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Old 12-28-2004, 10:17 AM   #41
sarnali
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Default Re: So how do you actually turn a motorcycle?

A bobber style would look good with a Triumph, you could almost do a Steve McQueen desert sled look.

I would run with Sportster buckhorns and a 5 inch headlight, no front fender, chopped rear fender and a solo seat, open TT pipes and paint it flat black. I'd try to fit the shortest shocks on the rear I could find, that way you won't be butchering the frame.

If you have to chop it, Santee used to make rigid frames for Triumph but I don't know if they're still in buisness. You're right to leave the Shovel stock or at least keep the stock frame and running gear.

Sounds like a fun project for the winter.
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Old 12-28-2004, 11:10 AM   #42
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Default Re: So how do you actually turn a motorcycle?

I do know someone that can ride darn near as fast with one hand (braking, shifting and all) as I can with two though . If course when he cheats and uses both hands, "He's Gone".
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Old 12-28-2004, 11:40 AM   #43
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Default the real source of confusion is...

that a motorcycle is steered DIFFERENTLY DEPENDING ON SPEED. at low speed (below 20 mph or so) you turn the bars INTO the turn and/or steer it with 'body english'. this is what gives all the body steering proponents their ammunition - they can ride around the parkinglot with their hands off the bars and perform turns without any difficulties. at this low speed counter-steering doesn't do much because gyroscopic effects are very small.



pick up the pace though and the scenario changes completely. gyroscopes take over and you MUST countersteer to get the bike to do anything but go straight. at 100mph body steering does absolutely NOTHING because the forces generated this way are irrelevant compared to the huge gyro force of rapidly spinning wheels.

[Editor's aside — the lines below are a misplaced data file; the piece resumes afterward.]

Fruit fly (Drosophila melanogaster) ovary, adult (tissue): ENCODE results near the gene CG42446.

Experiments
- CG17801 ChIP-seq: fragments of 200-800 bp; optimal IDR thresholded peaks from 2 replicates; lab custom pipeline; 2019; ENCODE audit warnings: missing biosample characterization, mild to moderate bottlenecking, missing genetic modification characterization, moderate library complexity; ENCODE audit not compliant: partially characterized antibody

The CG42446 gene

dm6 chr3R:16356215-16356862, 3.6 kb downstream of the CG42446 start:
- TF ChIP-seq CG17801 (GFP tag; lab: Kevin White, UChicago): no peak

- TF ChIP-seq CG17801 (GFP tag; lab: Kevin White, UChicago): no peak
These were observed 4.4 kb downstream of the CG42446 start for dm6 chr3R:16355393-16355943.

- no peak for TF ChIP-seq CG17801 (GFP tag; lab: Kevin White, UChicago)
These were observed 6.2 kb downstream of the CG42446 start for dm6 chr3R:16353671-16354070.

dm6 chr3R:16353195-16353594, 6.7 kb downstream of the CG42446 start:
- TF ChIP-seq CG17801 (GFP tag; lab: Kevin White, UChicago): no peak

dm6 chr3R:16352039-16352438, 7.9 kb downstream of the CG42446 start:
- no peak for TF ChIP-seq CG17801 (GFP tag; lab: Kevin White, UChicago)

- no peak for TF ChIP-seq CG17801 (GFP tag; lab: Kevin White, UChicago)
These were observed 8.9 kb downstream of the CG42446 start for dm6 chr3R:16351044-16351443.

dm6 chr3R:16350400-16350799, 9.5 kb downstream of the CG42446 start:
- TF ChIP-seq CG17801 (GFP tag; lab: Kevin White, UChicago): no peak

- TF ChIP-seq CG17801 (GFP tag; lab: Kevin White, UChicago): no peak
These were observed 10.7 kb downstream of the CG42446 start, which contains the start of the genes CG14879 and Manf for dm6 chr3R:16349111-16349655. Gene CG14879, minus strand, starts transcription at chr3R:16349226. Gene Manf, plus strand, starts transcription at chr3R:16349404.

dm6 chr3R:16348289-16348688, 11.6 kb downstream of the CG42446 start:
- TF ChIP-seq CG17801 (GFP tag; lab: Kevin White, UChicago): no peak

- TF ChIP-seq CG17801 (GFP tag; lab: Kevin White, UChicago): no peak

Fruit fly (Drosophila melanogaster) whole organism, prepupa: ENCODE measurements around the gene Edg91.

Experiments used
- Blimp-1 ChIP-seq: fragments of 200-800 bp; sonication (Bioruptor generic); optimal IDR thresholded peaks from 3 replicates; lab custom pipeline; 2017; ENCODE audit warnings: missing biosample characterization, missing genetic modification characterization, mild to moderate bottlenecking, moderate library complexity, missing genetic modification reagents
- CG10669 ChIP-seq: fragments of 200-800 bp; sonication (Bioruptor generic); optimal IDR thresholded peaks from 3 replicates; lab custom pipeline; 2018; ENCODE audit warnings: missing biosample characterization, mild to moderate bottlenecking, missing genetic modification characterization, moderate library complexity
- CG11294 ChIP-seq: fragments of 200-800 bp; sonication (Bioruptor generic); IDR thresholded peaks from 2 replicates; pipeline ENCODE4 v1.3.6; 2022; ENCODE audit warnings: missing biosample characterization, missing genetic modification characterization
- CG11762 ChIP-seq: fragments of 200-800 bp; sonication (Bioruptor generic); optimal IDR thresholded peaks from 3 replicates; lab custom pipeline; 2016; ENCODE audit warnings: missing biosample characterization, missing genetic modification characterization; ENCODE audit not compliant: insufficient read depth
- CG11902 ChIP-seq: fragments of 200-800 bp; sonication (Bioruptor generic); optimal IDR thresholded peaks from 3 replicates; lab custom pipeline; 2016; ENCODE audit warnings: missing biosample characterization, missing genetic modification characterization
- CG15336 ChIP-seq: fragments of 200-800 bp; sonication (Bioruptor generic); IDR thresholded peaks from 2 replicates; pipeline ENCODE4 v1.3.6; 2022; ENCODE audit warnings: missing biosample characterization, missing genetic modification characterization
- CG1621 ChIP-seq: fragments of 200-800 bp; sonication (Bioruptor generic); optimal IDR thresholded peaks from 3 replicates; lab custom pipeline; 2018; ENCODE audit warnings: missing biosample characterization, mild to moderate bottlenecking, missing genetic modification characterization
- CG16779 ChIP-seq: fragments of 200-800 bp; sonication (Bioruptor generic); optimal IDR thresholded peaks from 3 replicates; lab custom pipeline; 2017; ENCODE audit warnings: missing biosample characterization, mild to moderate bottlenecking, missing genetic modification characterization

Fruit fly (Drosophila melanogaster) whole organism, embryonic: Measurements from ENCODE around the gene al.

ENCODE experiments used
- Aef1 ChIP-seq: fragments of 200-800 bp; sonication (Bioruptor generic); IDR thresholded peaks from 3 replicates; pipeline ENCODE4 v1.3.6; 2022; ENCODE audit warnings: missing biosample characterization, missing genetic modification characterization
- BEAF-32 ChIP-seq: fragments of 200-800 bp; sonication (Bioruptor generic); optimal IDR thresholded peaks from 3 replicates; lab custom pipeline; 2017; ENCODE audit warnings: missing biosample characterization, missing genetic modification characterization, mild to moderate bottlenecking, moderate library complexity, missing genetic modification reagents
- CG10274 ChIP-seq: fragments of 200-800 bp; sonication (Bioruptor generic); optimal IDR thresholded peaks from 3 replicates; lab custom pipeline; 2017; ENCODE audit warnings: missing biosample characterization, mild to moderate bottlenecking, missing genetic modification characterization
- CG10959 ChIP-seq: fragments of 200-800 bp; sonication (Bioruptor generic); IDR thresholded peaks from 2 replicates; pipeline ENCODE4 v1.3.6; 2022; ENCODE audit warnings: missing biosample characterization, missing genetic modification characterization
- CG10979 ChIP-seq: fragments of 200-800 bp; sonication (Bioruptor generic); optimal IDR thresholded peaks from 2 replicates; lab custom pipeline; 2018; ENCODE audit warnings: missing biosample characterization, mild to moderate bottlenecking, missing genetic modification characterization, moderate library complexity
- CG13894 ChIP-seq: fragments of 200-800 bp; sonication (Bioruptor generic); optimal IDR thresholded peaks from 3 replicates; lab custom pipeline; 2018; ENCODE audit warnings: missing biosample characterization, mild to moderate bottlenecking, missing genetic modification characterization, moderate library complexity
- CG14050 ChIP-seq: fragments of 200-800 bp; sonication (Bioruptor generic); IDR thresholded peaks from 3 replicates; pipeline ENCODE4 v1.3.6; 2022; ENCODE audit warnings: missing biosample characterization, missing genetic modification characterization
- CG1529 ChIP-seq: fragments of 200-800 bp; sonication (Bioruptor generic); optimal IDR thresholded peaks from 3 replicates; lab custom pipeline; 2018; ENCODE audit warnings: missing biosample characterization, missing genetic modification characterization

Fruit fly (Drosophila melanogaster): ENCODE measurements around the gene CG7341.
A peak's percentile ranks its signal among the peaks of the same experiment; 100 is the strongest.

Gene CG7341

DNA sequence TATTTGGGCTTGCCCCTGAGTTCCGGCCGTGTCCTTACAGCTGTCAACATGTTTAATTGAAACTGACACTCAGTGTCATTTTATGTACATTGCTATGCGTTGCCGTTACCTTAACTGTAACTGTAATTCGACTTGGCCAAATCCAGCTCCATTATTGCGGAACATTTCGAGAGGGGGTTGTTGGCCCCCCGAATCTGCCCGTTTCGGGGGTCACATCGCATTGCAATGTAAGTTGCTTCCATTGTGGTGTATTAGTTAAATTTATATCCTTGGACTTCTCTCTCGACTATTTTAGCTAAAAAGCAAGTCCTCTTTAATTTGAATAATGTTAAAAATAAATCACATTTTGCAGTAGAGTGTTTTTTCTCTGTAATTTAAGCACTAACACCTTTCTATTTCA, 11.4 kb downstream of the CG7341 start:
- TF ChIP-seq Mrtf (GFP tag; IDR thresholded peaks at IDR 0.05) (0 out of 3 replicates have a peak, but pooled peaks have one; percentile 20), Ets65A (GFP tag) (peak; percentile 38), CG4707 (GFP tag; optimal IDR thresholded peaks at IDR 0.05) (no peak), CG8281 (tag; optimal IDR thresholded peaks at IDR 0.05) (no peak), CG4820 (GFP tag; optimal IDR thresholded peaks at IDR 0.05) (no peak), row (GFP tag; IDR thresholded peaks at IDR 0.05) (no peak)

so technically both camps are 'right' - which one you should be in depends on how fast you ride. bodysteering is for harleys, countersteering is for sportriders who actually use their bikes for sport riding.
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Old 12-28-2004, 12:11 PM   #44
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Default Re: So how do you actually turn a motorcycle?

Without getting into the epic discussions concerning Keith Code, let me say this about the No-BS bike:



It is total BS. Note that the normal bars are not held steady. Therefore, when you use the second bars to lean the bike, the geometry of the bike naturally counters your moves. If you were to have a lock button which forced the standard bars to stay fixed straight ahead, then body steering would work just fine, albeit inefficiently from a force-reaction perspective.



And I agree that I'd rather take the wheelie school.
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Old 12-28-2004, 12:58 PM   #45
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Default Re: So how do you actually turn a motorcycle?